Successive Australian Governments have created fictions that aim to exclude asylum seekers. The latest example is the case of Baby Ferouz, whose protection visa application was refused in the Federal Circuit Court last week. Normally, a child born in Australia is considered to have the same visa as their parents. But Ferouz’s parents had no visa, so lawyers in Brisbane arranged for her to apply for a protection visa.

    READ MORE
  • RELIGION

    Iraq intervention meets just war conditions

    • Chris Middleton
    • 14 October 2014
    11 Comments

    The theory of just war has evolved as a way of laying out the conditions under which a war may be justified morally. The case against ISIS in terms of it being an aggressive force inflicting lasting, grave and certain damage is compelling. Millions of Iraqis and Syrians have been displaced and there is widespread hunger.

    READ MORE
  • INTERNATIONAL

    Where it all went wrong for Islam

    • Tim Mayfield
    • 14 October 2014
    11 Comments

    Actor Ben Affleck was only partly right in his recent take-down of conservative US pundits Bill Maher and Sam Harris for their perceived 'Islamaphobia'. The reality is that there is a battle for the heart and soul of Islam that has been playing out around the globe since the 60s and 70s. It is therefore only natural that an ideology that rejects the failed colonial paradigm of nation-states and instead promotes the grand vision of a resurrected caliphate is compelling to many.

    READ MORE
  • ARTS AND CULTURE

    The enemy in my kitchen

    • Brian Matthews
    • 09 October 2014
    2 Comments

    I have always prided myself on my capacity to do some heavy labouring in my spare time, but a serious back injury put a stop to most of that. Michael doesn't mind though. I point at the pizza oven and its need for removal. 'Well, mate,' he says, 'it's dressed in black and it's totally masked and unidentifiable. It wouldn't be allowed into Parliament would it?'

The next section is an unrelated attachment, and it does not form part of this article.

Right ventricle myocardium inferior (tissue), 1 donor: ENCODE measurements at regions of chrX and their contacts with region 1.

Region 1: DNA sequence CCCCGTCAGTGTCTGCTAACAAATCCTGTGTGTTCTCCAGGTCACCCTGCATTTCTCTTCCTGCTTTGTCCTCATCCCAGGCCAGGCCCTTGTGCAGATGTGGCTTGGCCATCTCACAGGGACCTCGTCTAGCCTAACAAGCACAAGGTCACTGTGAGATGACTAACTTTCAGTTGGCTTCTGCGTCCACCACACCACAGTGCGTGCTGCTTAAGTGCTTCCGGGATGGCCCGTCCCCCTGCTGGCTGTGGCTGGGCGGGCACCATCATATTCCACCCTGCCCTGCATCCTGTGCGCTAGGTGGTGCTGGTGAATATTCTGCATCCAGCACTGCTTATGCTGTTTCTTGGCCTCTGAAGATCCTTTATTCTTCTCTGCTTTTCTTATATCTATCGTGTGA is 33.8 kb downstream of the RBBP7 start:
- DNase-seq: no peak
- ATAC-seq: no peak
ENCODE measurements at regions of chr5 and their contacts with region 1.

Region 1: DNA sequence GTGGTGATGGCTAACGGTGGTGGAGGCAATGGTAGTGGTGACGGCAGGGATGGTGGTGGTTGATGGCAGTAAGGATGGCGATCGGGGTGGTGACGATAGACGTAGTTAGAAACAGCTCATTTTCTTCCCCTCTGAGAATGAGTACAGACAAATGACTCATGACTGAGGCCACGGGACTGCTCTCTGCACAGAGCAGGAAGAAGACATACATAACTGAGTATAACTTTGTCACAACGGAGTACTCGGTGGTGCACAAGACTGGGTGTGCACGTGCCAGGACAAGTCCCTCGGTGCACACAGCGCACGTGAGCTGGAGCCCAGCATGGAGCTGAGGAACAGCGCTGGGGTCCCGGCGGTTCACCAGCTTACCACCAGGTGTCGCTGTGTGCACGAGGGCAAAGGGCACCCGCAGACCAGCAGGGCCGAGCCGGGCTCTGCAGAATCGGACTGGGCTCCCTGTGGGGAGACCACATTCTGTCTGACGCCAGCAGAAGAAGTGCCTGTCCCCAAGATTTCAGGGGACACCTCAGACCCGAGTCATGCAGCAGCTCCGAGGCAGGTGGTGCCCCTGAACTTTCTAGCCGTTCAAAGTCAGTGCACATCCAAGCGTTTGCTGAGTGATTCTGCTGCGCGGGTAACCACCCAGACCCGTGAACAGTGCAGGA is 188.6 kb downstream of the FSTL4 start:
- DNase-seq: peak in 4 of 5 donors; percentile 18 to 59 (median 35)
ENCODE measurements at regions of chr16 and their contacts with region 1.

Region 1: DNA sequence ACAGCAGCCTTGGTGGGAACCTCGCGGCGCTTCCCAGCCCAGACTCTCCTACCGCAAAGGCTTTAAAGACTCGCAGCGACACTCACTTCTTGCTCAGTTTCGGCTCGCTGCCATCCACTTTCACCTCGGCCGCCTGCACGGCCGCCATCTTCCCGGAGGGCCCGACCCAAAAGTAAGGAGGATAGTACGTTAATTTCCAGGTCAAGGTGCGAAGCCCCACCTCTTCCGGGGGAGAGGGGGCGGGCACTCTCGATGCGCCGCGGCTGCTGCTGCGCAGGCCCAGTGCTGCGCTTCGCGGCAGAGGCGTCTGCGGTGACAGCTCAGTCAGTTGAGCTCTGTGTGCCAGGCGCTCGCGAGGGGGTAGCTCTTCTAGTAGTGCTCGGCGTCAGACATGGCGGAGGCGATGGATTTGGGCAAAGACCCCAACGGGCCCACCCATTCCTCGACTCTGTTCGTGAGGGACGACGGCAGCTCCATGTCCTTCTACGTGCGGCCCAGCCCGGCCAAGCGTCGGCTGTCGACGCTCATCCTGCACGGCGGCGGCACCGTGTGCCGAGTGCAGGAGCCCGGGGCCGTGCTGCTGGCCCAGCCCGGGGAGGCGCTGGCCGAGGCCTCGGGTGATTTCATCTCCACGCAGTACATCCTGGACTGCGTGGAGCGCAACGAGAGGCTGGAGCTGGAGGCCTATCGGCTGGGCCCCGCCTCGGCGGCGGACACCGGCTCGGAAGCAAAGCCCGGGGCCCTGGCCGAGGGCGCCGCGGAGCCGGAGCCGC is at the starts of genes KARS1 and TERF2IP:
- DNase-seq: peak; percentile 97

READ MORE
  • INTERNATIONAL

    An erstwhile pacifist's IS quandary

    • Gillian Bouras
    • 01 October 2014
    11 Comments

    I used to style myself a pacifist. Or hoped I was one. Or something. But that was before I had children. The minute I clapped eyes on my first-born, I realised that any threat to him would see me transformed into a murderous monster, and I later felt the same about his two brothers.

    READ MORE
  • AUSTRALIA

    What IS has to do with evil

    • Andrew Hamilton
    • 01 October 2014
    27 Comments

    IS - the Islamic State - is getting a bad press. Deservedly so, for its brutality and totalitarian instincts. In the headlines, references to 'evil' and 'pure evil' have been dominant. This characterisation is unhelpful for a number of reasons. We must be careful not to empty the word 'evil' of any meaning.

    READ MORE
  • AUSTRALIA

    Going to war is a decision for parliament

    • John Warhurst
    • 29 September 2014
    11 Comments

    The difference between the approach by the British and Australian governments is striking. In Britain, Prime Minister Cameron, despite having a large majority, made the parliamentary debate in Westminster central, while in Australia Prime Minister Abbott spoke only of 'updating' the Parliament on his return from New York. There should be greater involvement by Parliament in Australia for reasons both of substance and symbolism.

    READ MORE

We've updated our privacy policy.

Click to review